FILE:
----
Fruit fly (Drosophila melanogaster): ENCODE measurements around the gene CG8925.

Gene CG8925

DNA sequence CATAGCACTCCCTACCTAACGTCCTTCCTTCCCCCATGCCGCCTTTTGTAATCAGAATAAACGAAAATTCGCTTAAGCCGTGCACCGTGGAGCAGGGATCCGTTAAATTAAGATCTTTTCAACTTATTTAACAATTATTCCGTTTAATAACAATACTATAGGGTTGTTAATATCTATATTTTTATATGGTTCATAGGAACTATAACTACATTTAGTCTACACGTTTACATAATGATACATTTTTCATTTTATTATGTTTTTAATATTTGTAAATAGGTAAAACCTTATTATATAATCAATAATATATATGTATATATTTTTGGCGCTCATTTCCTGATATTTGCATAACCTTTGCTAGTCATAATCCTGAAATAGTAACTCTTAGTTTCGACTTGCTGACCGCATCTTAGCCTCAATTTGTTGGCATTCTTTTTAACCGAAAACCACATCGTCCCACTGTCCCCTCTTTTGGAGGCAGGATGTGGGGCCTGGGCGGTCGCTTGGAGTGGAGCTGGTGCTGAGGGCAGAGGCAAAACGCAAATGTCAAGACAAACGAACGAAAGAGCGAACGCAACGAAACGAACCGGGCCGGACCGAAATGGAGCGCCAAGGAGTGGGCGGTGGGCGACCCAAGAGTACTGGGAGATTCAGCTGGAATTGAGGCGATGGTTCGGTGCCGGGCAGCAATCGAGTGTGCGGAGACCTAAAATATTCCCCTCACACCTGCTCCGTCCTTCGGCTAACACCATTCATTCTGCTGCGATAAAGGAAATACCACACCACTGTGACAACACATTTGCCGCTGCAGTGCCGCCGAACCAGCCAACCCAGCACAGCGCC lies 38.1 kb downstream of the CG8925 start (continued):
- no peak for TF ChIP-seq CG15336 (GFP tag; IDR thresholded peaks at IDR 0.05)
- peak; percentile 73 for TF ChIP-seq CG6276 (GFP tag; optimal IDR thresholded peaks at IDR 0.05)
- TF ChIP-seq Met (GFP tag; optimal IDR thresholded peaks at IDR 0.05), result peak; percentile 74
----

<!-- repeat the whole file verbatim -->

Fruit fly (Drosophila melanogaster): ENCODE measurements around the gene CG8925.

Gene CG8925

DNA sequence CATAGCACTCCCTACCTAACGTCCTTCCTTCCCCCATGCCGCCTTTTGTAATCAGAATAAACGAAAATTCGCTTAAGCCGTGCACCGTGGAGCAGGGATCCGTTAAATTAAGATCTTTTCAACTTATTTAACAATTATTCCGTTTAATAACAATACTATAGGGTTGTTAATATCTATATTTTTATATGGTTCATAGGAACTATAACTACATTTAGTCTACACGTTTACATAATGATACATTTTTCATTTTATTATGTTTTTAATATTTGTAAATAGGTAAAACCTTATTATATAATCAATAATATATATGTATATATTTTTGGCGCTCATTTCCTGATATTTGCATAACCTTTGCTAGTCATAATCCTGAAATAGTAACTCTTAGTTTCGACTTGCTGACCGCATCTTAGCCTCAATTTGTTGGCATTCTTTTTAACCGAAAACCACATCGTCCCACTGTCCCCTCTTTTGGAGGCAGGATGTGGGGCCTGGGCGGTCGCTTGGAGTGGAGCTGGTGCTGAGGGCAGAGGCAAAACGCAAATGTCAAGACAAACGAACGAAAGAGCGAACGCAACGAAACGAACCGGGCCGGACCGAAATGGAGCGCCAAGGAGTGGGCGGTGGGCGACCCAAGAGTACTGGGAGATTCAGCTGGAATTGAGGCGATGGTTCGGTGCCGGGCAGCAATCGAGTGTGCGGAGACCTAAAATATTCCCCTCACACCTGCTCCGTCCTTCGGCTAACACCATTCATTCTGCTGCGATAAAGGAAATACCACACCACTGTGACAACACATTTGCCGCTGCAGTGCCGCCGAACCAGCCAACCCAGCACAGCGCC lies 38.1 kb downstream of the CG8925 start (continued):
- no peak for TF ChIP-seq CG15336 (GFP tag; IDR thresholded peaks at IDR 0.05)
- peak; percentile 73 for TF ChIP-seq CG6276 (GFP tag; optimal IDR thresholded peaks at IDR 0.05)
- TF ChIP-seq Met (GFP tag; optimal IDR thresholded peaks at IDR 0.05), result peak; percentile 74